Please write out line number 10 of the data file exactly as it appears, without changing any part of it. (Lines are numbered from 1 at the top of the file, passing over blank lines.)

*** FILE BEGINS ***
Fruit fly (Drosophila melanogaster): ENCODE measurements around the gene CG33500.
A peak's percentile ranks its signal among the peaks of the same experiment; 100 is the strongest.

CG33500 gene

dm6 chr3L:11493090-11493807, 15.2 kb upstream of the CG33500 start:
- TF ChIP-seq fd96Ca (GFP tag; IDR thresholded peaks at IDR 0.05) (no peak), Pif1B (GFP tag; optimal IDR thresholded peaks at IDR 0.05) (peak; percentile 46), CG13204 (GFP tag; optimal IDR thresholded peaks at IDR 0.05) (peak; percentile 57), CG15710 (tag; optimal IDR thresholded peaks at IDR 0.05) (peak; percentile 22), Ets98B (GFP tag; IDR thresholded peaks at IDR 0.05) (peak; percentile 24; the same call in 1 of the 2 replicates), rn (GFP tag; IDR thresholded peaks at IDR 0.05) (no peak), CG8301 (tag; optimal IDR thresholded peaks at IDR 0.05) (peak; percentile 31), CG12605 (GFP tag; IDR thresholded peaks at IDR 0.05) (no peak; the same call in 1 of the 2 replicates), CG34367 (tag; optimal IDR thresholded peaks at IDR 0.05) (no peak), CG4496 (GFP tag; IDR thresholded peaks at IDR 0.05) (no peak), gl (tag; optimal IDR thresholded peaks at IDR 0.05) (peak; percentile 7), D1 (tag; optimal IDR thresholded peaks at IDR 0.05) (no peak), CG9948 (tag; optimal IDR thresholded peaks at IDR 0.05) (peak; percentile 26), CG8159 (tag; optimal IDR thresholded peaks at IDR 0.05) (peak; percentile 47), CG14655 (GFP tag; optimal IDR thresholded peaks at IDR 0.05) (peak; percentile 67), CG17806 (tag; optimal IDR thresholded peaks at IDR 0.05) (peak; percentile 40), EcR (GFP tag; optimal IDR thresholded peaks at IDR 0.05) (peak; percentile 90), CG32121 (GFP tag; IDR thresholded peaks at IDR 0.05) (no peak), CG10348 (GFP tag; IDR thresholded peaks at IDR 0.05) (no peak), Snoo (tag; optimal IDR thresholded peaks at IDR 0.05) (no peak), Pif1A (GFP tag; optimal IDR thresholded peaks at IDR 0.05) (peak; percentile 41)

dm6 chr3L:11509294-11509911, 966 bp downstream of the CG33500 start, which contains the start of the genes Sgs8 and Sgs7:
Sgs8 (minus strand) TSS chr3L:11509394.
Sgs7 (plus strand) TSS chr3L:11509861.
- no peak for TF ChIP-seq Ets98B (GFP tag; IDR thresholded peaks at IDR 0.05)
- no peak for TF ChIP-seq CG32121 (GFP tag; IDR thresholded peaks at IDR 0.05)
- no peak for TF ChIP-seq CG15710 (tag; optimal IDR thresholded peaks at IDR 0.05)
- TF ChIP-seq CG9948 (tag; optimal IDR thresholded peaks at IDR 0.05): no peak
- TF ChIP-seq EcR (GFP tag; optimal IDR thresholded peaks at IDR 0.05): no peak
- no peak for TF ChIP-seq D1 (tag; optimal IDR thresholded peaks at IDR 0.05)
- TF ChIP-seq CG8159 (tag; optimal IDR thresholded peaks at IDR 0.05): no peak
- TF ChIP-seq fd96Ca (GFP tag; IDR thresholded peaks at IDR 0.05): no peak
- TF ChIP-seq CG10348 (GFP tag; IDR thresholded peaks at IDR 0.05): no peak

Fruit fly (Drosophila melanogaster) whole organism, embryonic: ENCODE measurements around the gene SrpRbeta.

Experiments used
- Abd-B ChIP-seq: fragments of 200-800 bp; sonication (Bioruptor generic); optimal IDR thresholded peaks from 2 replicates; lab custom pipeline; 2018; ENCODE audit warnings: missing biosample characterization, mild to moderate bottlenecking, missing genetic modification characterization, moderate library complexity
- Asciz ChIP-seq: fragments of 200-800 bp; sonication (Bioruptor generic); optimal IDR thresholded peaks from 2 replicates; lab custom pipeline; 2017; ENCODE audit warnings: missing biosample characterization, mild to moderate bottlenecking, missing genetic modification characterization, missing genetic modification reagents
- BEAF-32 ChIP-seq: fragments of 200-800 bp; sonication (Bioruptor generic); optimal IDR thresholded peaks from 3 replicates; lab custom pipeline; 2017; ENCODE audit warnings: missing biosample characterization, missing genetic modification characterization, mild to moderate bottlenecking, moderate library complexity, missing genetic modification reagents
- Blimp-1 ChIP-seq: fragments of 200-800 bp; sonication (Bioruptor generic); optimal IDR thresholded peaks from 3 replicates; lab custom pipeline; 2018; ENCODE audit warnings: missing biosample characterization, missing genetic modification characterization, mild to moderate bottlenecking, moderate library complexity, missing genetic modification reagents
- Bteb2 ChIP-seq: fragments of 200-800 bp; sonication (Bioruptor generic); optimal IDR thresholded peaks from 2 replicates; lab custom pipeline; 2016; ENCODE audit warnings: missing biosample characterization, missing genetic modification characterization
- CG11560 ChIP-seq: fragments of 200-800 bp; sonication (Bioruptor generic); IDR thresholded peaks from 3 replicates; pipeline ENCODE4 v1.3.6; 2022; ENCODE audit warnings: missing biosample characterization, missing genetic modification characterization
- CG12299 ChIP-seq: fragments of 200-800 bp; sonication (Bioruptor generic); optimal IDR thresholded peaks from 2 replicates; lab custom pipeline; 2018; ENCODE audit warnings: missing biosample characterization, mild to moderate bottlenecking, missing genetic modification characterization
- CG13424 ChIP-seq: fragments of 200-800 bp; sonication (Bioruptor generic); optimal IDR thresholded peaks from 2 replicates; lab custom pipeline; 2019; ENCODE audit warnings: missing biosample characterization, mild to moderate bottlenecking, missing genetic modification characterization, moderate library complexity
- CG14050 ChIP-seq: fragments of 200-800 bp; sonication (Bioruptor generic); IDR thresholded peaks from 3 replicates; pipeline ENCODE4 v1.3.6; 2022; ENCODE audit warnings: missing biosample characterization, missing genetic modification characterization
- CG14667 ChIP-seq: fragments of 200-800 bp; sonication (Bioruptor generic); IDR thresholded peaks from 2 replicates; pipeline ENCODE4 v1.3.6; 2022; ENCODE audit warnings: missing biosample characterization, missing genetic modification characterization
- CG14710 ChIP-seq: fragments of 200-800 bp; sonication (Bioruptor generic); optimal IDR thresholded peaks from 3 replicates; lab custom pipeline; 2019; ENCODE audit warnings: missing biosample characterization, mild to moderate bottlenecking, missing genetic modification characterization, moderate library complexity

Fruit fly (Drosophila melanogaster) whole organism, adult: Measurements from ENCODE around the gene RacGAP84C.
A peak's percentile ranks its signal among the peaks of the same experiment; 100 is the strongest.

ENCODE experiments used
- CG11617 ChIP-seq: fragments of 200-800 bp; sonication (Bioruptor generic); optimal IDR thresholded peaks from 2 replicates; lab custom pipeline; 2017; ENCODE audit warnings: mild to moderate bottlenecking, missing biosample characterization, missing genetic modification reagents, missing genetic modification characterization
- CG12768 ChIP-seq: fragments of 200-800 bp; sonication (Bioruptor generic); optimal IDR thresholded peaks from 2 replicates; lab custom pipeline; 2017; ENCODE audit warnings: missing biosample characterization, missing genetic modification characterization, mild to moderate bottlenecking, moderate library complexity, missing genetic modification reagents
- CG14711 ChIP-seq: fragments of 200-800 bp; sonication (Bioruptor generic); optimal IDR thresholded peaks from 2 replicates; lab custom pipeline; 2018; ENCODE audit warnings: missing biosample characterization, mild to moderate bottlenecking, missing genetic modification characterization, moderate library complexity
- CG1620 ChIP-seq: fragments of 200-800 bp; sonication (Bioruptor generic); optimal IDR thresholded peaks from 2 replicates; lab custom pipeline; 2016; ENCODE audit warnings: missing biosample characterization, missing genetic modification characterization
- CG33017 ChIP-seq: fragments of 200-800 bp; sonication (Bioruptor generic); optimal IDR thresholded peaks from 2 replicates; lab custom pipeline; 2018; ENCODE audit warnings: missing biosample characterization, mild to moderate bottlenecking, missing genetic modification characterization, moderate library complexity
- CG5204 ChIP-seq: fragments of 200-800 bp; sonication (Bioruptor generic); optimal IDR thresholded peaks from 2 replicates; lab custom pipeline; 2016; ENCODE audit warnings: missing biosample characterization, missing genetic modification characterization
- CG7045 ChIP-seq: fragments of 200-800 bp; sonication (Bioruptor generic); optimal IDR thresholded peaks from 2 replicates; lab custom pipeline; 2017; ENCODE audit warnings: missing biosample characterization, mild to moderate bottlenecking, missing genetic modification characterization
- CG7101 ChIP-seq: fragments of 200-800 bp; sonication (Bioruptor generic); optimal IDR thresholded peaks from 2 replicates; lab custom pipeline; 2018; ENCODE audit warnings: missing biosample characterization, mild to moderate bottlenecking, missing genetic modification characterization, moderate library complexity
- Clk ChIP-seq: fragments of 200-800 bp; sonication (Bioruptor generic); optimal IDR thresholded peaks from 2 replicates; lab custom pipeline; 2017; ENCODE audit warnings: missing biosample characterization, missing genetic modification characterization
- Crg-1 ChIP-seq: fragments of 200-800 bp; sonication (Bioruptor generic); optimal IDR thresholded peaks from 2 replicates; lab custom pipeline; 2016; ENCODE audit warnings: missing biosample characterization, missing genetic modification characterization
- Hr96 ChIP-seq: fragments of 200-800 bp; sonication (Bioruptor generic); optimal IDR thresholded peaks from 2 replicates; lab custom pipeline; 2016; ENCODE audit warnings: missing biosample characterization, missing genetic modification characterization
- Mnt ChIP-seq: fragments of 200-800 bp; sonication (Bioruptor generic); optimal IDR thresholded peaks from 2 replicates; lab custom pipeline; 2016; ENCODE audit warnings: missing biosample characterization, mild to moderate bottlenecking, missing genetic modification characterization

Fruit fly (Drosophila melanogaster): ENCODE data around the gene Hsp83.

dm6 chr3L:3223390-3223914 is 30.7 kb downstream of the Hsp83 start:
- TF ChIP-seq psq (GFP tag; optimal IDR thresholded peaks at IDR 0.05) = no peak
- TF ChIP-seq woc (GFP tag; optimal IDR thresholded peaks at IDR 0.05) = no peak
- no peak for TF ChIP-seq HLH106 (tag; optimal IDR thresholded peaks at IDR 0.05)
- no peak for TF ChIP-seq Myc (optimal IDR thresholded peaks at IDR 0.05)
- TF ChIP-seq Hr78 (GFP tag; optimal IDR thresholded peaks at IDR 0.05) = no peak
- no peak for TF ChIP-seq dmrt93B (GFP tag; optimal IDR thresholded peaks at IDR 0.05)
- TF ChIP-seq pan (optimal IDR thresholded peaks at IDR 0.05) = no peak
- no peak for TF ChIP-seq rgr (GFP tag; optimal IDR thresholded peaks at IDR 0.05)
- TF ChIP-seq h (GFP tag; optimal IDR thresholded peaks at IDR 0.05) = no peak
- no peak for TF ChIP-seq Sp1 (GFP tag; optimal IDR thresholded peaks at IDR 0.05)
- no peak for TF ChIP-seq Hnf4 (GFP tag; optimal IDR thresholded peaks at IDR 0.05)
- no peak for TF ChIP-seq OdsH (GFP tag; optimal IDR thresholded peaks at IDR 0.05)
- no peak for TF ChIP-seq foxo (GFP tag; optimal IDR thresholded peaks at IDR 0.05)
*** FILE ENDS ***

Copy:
- no peak for TF ChIP-seq CG32121 (GFP tag; IDR thresholded peaks at IDR 0.05)